Montcalm County has seen its share of crime — violent and petty — this year. All summer, reports of break-ins came pouring in. Some occurred while people were inside sleeping.
November was one of the most violent for Greenville in recent memory. Huntington Bank downtown was robbed at gunpoint on Nov. 9, a Grand Rapids man got shot at the Flat River Inn & Suites on Nov. 12 and a robber made off with a handful of stolen merchandise from Huch’s Fine Jewelry on Nov. 29.
Police are making headway in solving the summertime break-ins. But arrests are coming much slower than the pace of complaints from earlier this summer. So far, the bank robbery, shooting and jewelry store robbery are a mystery to authorities.
Rest assured, police are doing all they can to solve these crimes. Our area law enforcement — from the Michigan State Police to the Montcalm County Sheriff’s Office to local police agencies — are well trained and up to the task. They’ve solved crimes like these many times before and will solve these with an adequate amount of evidence.
Of course, getting these cases resolved can’t happen fast enough for many of us. We’ve become accustomed to seeing crimes solved in “The First 48.” That A&E reality show lets us ride along with big-city homicide investigators as they piece together murder cases for the first 48 hours after the crime is discovered, the easiest time to catch the killer. Many times these highly trained and experienced investigators are successful, many times they are not.
If we turn the channel to “CSI” on CBS or “Law & Order” on NBC, we can watch fictional investigators take trace evidence — like a strand of hair or a single fingerprint — and easily solve the most complex of crimes. These good looking, 30-year-old investigators only need a minute piece of evidence and some highly advanced equipment to solve any crime — any crime at all.
People expect all law enforcement to work at that speed and efficiency after seeing on TV for years. These fictional investigators are never lacking the time or resources necessary to solve whatever mystery comes their way.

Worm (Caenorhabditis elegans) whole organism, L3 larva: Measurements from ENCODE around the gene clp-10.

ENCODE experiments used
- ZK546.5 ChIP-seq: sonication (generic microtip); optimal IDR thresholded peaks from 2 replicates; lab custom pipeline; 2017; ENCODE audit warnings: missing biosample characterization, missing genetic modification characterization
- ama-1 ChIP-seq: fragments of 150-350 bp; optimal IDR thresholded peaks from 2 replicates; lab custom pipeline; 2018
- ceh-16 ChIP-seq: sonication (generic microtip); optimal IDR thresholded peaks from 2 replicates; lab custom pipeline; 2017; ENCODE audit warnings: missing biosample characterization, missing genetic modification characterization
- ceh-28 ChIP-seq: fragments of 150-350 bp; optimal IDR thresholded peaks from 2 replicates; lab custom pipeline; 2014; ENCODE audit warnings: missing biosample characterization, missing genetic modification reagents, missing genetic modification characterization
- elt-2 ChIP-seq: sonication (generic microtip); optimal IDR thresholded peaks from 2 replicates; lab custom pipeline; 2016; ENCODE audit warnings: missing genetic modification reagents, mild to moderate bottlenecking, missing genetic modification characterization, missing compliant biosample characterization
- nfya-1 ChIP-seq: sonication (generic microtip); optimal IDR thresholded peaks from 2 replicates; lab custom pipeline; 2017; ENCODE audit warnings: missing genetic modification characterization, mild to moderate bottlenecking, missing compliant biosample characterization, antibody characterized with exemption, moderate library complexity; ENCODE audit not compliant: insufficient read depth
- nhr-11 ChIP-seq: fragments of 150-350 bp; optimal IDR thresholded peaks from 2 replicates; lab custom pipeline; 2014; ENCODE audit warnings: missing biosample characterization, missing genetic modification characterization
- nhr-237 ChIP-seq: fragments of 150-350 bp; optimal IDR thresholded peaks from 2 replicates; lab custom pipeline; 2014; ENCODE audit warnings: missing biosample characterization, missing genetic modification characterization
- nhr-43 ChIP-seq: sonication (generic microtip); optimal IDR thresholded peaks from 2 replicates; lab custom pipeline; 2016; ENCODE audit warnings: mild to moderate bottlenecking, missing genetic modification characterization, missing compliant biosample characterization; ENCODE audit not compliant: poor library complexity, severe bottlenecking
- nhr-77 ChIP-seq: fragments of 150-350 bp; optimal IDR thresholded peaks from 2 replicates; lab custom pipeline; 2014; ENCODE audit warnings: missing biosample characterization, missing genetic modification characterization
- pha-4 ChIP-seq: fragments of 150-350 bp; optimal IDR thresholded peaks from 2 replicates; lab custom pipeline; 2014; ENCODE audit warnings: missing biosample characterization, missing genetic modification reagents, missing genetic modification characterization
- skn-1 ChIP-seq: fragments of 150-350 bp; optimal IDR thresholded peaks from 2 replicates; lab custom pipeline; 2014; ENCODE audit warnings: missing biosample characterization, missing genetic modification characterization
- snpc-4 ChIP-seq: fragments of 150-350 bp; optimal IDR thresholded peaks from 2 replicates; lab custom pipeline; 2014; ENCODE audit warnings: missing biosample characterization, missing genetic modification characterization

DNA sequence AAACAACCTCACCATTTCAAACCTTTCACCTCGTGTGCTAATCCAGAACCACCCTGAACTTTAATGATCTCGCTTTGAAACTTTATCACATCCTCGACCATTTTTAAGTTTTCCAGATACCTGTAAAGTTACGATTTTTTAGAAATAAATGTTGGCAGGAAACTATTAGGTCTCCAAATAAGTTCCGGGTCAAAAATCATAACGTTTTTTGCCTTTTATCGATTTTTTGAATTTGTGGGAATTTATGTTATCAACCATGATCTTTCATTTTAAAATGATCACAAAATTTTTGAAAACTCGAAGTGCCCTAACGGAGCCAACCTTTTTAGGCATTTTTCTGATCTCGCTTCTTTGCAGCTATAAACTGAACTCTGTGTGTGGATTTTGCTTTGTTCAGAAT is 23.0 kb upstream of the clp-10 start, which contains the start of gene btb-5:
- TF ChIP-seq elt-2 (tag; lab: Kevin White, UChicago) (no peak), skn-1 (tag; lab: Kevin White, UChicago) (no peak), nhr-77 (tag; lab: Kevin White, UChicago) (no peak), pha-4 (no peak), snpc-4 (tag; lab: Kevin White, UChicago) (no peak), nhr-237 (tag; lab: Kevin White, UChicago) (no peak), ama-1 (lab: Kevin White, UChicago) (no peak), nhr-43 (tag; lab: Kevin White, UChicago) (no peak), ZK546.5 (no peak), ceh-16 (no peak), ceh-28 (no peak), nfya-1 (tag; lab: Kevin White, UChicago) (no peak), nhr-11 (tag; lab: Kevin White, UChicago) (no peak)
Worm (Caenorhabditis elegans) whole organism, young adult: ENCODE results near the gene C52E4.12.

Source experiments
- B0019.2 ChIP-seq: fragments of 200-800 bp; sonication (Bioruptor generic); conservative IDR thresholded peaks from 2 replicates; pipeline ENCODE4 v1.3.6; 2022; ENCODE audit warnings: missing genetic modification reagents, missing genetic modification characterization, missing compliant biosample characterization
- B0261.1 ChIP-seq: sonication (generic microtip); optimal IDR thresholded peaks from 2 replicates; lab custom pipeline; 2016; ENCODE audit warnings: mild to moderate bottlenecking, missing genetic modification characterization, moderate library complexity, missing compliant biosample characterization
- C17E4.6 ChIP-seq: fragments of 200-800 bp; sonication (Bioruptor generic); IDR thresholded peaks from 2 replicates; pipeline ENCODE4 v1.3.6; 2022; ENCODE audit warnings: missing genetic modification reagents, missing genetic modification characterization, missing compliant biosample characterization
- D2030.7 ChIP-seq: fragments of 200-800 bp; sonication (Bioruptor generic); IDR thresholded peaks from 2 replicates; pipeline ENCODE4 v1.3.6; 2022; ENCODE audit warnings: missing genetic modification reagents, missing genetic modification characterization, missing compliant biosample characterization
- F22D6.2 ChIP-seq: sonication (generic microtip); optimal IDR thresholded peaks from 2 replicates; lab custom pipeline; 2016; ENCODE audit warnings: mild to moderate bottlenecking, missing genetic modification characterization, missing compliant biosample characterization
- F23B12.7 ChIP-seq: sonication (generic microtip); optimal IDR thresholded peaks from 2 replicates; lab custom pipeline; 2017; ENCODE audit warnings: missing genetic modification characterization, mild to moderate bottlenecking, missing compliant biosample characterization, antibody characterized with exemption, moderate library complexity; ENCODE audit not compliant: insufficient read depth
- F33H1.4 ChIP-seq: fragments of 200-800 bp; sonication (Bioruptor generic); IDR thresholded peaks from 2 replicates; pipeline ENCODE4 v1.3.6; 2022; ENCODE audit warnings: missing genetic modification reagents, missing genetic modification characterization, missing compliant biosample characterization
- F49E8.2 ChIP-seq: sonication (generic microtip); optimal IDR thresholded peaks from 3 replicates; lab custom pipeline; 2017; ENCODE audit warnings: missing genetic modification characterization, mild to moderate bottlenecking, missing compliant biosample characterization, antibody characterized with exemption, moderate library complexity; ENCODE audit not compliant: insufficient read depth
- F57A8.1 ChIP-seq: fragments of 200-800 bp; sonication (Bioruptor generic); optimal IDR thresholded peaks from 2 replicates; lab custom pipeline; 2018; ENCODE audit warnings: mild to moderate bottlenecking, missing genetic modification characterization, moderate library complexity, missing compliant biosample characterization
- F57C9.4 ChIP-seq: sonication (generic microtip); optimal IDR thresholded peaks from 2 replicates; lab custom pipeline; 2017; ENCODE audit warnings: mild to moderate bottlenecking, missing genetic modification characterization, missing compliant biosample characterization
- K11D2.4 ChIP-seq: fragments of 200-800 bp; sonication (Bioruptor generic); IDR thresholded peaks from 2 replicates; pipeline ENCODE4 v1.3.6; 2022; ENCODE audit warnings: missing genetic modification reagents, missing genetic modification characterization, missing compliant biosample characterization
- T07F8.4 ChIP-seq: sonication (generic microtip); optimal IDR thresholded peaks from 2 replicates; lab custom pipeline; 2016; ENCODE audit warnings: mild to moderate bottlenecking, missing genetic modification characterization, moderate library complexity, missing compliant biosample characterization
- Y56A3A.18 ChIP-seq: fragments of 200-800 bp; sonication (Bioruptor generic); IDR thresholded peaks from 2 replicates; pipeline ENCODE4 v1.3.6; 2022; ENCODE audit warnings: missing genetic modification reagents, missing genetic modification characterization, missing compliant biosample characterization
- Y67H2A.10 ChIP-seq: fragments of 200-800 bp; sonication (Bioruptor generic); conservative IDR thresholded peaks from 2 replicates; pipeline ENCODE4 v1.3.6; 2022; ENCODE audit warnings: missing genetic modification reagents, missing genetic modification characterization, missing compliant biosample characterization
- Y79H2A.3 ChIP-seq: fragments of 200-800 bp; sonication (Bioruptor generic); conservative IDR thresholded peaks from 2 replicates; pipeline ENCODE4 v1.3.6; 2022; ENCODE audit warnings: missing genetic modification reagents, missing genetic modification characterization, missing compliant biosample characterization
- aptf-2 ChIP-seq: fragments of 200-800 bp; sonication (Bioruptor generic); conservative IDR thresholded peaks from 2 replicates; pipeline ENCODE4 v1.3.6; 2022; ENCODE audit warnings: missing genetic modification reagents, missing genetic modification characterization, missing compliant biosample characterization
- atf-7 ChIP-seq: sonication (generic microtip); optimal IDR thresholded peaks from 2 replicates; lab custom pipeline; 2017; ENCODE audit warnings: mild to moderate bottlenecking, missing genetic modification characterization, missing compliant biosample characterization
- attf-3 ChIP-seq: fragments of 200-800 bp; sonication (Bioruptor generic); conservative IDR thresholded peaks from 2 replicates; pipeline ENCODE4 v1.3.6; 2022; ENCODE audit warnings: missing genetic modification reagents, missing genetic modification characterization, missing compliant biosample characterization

If only crime fighting were that easy.
In the real world, police have budgets and manpower limitations to contend with. Area police collaborate well to solve crimes that involve multiple jurisdictions. They are always available to help each other in any way needed. But even then their resources are finite.
Michigan’s versions of the highly specialized crime labs, which the Michigan State Police operate, are backed up for months due to budget constraints. The labs don’t have near enough investigators and technicians to keep up with the workload. Thus, key pieces of evidence sit in lockers waiting to be processed all too often.
And sometimes there is such a thing as the perfect crime. The vaunted Federal Bureau of Investigation says it is befuddled by the Huntington Bank robbery. The suspect was completely covered head to toe, so there is no description of what he looks like. The security camera footage yielded no clues. Police lost sight of him on foot somewhere east of the downtown area.
So there’s not much to start an investigation. The biggest clue disappeared when police lost sight of him in a foot chase.
However, all of these crimes are still subject to law enforcement’s best investigative tool: Time. The passage of time sours relationships, changes attitudes, allows chances to say the wrong thing to the wrong person, lets police play out some hunches and allows the dragnet to close ever so slightly.
Maybe a boyfriend and girlfriend break up or close friends grow apart. Only one of them has to point police to the other before the case takes on a new life.
Maybe the suspect gets drunk and says too much at the bar some night to the wrong person. If police pull over the other person for drunk driving on the way home, they might be willing to make a deal for information about the unsolved crime.
Maybe the suspect gets overly confident and keeps committing crimes. Then maybe they get caught red-handed or mess up and leave behind a simple piece of evidence.
It happens. Local investigators solved the murders of Kathryn Dyer and Henry “Walking Sam” Marrott years after they occurred. Several men and woman are behind bars today because of the dogged determination and never-say-die attitude of local police.
You may get away with a crime today, but that doesn’t mean police won’t be on to you tomorrow.
Editorial opinions are a consensus of The Daily News editorial board.